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    • John Cavan

      @Richard – The $120/year also gives you Photoshop, something oft overlooked. I can’t speak for many others, but I’ve been using it since the 90’s and the combination of the two packages is a very compelling argument for me. If it was just Lightroom alone, sure, I might agree, but it’s not.

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    • John Cavan

      @J. Dennis – Sure, I can buy your argument if all you use from the suite is Lightroom. Lightroom was always massively cheaper than the other big members of the Adobe suite, but if you use Photoshop as well, then the $10/month isn’t all that outrageous when it’s all said and done.

      In any event, if all you do use is Lightroom, then Adobe has offered it stand-alone and the traditional “is it worth it” review is relevant before deciding on an upgrade. I, for one, do find it faster than the previous version, something I tend to like when editing the monsters out of the D800.

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    • Ben Perrin

      If all I was using was lightroom then I wouldn’t pay for the subscription model either. Simply not worth it.

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    • J. Dennis Thomas

      I don’t find it any faster, perhaps I need a computer upgrade. As far as Photoshop goes I only use it for extensive retouching which is rarely. I have no need for all the other bells and whistles. PS CS5 still works fine for me.

      My Leica shoots DNG so I don’t need to worry about LR not having support. I’m extremely happy with my D700/Df/D4 combo so I won’t be buying anything that needs new RAW support.

      I never said that my path was for EVERYONE, but $120 saved is good for me.

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    • John Cavan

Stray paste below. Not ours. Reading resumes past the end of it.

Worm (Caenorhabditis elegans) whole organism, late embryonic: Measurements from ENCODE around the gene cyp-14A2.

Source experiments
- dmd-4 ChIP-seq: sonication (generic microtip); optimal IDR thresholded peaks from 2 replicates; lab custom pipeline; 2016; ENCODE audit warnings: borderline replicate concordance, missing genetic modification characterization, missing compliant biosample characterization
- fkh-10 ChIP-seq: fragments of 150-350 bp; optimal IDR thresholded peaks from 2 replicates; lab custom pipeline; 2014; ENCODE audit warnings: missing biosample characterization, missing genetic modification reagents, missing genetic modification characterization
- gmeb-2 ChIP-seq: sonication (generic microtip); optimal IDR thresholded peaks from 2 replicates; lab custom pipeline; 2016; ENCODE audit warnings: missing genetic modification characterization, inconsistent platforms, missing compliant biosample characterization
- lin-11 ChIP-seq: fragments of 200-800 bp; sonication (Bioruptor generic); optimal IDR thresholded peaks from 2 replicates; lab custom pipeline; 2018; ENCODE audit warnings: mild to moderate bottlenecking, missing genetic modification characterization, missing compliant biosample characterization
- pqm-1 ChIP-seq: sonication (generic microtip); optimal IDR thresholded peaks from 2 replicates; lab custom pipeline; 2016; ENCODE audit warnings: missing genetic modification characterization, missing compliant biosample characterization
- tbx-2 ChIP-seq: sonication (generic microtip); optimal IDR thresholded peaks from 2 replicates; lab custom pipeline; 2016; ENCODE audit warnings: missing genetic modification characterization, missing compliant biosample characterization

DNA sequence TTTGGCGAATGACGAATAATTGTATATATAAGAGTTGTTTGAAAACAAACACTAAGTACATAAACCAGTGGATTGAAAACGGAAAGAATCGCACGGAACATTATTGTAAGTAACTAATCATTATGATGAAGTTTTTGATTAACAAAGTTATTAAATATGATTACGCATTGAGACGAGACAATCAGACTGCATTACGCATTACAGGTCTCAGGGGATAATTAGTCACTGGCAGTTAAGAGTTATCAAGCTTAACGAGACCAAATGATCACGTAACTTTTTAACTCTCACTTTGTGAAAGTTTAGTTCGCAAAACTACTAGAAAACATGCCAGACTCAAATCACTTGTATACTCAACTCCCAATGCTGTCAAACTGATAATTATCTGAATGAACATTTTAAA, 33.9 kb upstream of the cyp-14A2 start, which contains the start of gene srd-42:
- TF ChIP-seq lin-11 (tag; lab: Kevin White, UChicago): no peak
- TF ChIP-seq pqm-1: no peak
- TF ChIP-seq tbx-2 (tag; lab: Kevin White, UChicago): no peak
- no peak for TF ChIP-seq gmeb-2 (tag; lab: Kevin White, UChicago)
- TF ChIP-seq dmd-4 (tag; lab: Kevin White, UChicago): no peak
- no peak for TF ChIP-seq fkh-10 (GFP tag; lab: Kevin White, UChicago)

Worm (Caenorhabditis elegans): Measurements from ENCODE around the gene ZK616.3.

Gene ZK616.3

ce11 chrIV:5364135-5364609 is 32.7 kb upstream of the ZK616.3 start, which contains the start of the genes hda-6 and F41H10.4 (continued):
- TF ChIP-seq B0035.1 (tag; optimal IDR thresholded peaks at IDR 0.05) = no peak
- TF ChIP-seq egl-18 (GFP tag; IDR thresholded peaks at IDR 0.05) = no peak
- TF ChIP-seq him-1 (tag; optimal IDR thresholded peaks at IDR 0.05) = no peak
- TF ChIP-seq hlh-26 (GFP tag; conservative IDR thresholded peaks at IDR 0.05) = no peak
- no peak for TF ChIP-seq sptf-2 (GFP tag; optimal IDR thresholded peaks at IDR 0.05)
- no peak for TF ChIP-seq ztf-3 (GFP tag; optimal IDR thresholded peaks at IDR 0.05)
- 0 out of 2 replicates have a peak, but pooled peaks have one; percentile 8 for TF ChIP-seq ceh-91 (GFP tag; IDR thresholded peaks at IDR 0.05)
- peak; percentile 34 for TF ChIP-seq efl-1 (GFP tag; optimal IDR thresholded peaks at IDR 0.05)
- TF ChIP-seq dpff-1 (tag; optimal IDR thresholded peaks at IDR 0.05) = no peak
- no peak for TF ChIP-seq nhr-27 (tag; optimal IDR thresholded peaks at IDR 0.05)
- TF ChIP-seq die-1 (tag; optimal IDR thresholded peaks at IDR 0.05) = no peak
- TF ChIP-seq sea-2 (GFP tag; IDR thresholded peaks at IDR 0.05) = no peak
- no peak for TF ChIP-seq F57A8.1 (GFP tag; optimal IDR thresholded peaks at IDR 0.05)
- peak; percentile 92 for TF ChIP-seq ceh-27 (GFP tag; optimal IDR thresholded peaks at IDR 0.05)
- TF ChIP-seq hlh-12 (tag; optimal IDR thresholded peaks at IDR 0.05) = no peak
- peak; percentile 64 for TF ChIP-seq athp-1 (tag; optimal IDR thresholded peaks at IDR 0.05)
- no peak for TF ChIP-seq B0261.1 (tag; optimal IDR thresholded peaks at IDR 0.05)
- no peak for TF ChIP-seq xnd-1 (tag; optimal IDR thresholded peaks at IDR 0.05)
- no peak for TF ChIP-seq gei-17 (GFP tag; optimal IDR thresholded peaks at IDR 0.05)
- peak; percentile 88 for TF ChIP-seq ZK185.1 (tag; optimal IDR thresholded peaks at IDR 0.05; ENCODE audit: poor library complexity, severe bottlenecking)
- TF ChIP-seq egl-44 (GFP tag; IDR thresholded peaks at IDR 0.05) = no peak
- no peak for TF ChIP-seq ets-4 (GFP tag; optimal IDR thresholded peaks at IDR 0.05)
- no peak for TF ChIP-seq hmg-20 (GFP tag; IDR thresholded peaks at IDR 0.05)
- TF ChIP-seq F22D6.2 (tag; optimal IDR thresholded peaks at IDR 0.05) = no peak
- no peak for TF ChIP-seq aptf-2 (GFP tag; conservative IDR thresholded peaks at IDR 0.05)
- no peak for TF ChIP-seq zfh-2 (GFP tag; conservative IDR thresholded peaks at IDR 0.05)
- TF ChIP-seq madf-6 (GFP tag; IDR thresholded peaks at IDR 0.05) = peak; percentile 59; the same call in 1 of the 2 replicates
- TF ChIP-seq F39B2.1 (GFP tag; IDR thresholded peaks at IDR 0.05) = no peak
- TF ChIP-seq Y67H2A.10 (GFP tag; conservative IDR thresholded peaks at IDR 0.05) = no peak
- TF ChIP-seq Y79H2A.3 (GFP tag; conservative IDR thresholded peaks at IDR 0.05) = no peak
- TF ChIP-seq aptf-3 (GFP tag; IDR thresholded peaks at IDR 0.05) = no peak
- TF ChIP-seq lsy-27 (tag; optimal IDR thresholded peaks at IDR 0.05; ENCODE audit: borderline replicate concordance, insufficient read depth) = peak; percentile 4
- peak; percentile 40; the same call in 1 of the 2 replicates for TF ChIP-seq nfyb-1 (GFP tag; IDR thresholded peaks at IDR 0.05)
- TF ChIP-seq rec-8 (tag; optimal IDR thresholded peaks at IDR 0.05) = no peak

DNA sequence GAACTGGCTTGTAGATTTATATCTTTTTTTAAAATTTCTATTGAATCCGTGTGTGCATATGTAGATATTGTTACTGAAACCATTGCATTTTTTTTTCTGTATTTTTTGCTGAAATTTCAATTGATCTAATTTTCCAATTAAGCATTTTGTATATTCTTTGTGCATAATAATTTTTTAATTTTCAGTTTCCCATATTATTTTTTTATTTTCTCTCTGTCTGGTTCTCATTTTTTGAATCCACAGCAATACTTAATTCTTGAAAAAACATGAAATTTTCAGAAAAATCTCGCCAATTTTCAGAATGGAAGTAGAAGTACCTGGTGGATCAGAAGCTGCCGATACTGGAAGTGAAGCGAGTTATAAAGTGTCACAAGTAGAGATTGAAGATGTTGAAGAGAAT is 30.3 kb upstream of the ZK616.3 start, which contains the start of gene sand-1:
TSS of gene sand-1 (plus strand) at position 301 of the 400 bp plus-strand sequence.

Well, assuming you don’t end up paying that as premium when there is something compelling and you’re a few revs behind. In any event, $120 is less than what I was paying for one month of cable and I use it more, so the math adds up for me.

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    • Nick Buchholz

      Although this article was not about the CC model, I’ll throw in my two cents.
      I’m a fan of the CC model as it is right now. The only fear I have is that once we’re all “hooked” the prices will go up. I am jealous when reading you all pay $10. We are paying $15/mt in Switzerland.
      It’s a supply/demand market and I’m convinced Adobe will raise the price as soon as CC is established in the mainstream market and test how high they can go without losing too many customers. How many of you would still be raving about it when it was $15/mt like here. …or 20, or 25?

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    • Graham Curran

      I am generally against subscription models as they often seem to be ways of sucking more money out of the consumer. However, CC does seem like fair value – even at European prices where the U.S. $10 translates to ~£14 – buying PS and LR separately is a large upfront outlay and is equivalent to about 4 years of subscription but gives extras like LR mobile as well as frequent updates as new features are introduced. PS is one of the most pirated programs out there and I’m sure the CC model will encourage more people to use it in a legal manner.

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    • Dave Haynie

      I had to soul-search on this recently myself.

      And actually, as a non-pro (most of the time, anyway), I balked at the $10/month/application pricing. But Photoshop and Lightroom — the two Adobe apps I actually use — for $10/month. That’s a really good deal.